When we think of Spain, we probably think of paella, flamenco, bullfighting and a lot of sunshine. It’s no wonder the Spanish tourism sector represents 12% of the country’s GDP, whereas the agriculture, livestock, silviculture and fishing sector barely represent 2.6%. However, the dairy industry is one of the most important in Spanish agri-business, generating a turnover of around € 13 billion a year and creating more than 60,000 direct jobs.
According to Luis Calabozo, general director of the National Federation of Dairy Industries of Spain (FeNIL), the industrial arm of the sector has a turnover of around € 9 billion a year, which represents 2% of industrial production in the country, creates 30,000 jobs and represents almost 8% of employment in the agri-food sector.
According to data from the European Commission, Spain is one of the 6 major producers of cow milk in the EU, alongside Germany, France, Poland, the Netherlands and Italy. Together, they are responsible for almost 70% of the communitarian milk production. Of the 156 million tonnes that the EU is estimated to produce per year, Spain provides 4.6%, having provided 7.2 million tonnes in 2019.
“The sum of the deliveries of cow, sheep and goat milk made in 2019 shows that the dairy industry absorbs more than 8.2 million tonnes of milk from Spanish origin per year,” says Calabozo, talking about cow milk production plus the 512,000 tonnes of sheep milk and 475,000 tonnes of goat milk exported by Spain in 2019.
According to the figures from the Spanish Agricultural Guarantee Fund (FEGA), Spain is the top exporting country of goat milk in the European Union and the second producer of this dairy, representing 20% of EU production. Furthermore, Iberians produce around 15% of sheep milk and 5% of the total cow milk output in the EU.
In spite of these figures, Spain still imports more dairy products than it exports, and the imports “have played a relevant role in the sector as a consequence of historic matters derived from the European production quota system that existed until April 2015. More than 98% of the imports were provided by other EU countries,” claims Calabozo. Nevertheless, this tendency has been changing for some time now.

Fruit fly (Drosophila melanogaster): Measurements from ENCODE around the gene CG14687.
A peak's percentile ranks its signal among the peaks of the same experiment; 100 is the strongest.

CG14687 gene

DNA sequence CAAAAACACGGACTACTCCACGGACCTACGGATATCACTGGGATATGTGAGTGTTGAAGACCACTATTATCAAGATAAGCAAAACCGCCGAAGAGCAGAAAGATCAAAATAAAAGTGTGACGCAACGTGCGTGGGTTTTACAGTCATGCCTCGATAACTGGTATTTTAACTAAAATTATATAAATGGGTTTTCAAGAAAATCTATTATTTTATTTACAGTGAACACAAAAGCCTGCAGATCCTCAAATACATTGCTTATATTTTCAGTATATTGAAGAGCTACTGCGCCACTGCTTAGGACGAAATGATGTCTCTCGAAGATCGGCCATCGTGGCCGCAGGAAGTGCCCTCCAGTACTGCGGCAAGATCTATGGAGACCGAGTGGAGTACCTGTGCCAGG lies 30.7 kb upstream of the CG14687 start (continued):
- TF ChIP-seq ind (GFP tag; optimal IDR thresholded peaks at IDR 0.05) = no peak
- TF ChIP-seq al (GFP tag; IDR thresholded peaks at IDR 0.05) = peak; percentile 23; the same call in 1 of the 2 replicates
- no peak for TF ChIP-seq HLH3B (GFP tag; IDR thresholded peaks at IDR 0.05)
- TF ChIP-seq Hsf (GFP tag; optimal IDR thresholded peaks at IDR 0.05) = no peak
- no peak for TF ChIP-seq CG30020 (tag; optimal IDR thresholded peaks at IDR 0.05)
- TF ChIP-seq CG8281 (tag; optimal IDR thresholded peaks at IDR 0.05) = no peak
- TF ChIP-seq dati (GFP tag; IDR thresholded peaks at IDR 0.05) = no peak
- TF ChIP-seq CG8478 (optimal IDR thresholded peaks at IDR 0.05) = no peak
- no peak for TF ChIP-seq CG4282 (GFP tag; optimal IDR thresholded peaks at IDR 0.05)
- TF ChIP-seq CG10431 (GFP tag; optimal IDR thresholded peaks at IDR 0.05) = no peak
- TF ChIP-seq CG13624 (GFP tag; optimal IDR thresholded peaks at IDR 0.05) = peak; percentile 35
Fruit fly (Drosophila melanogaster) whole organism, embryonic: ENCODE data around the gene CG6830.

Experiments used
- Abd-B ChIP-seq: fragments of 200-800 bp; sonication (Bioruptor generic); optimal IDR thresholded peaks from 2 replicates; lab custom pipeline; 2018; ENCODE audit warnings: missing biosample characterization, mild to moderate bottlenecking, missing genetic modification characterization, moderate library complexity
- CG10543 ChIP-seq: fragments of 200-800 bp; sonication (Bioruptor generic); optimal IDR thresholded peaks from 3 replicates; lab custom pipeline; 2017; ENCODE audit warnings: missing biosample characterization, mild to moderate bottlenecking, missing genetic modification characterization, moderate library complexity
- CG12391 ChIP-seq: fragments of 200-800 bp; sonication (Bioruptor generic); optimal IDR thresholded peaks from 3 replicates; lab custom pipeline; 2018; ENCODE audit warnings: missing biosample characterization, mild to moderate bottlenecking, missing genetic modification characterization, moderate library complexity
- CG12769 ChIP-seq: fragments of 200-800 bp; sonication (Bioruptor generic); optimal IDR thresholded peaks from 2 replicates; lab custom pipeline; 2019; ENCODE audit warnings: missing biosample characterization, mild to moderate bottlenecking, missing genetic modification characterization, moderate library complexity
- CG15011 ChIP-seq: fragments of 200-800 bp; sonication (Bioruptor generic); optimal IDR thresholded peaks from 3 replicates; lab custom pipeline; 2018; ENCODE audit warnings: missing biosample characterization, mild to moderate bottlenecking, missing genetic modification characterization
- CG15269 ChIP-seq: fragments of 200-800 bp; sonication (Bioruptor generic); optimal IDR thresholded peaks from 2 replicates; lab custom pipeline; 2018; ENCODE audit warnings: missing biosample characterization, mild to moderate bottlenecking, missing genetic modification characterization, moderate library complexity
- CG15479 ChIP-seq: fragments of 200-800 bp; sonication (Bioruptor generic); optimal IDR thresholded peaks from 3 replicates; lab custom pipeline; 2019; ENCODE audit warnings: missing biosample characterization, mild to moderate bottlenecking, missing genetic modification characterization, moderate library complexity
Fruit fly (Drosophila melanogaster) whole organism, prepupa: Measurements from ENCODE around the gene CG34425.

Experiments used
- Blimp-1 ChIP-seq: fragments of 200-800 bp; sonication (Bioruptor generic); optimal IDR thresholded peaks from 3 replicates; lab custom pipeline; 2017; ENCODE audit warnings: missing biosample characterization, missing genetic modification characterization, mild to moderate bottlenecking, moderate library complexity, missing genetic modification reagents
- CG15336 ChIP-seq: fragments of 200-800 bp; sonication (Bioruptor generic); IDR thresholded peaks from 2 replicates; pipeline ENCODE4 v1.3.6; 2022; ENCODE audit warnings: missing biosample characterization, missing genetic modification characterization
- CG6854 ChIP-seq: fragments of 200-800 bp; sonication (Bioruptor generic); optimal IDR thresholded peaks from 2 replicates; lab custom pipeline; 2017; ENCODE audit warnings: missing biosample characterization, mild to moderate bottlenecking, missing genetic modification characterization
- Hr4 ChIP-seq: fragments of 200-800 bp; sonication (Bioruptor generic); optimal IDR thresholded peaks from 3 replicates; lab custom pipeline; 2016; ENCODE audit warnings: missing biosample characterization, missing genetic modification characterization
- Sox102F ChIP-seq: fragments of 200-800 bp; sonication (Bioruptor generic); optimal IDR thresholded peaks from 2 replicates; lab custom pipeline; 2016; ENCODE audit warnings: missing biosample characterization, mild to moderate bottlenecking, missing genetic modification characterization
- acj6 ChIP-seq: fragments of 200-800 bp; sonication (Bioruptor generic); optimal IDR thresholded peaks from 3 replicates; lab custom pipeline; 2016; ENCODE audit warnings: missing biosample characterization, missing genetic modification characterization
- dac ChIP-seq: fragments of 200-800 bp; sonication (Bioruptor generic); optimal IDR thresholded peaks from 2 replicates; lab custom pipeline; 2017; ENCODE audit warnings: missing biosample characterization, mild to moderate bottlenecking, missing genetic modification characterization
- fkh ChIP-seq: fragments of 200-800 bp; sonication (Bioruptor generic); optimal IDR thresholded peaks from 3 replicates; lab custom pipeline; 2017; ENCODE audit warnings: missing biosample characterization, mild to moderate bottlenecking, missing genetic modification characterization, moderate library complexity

According to data from the Directorate General of Customs, since 2010 the trade balance of this sector in Spain has improved continuously, reducing by almost 70% the trade deficit it experienced at the beginning of the decade, which started with 800,000 tonnes more imported than that produced in the country. In 2019, this gap had been reduced to less than 300,000 tonnes.
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The most internationally recognised Spanish dairy product is cheese, shipments of which increased more than 230% between 2010 and 2019, going from 46,000 to 107,000 tonnes exported. “The offer of Spanish cheese is very wide, although we could say that traditional Spanish pressed paste cheese is the most representative of our country, both in its pure sheep version and mixtures (e.g. Manchego, Zamorano, etc.),” adds Calabozo.
Currently, cheese represents almost half of the Spanish dairy sector’s imports, with a total of 309,742 tonnes imported in 2019, followed by yoghurts and fermented milk products, with 174,277 tonnes. As a counterpart to the cheese export figures we must add the 123,484 tonnes of yoghurt and fermented milk products exported in the same period, which together account for almost half of the sector’s total exports.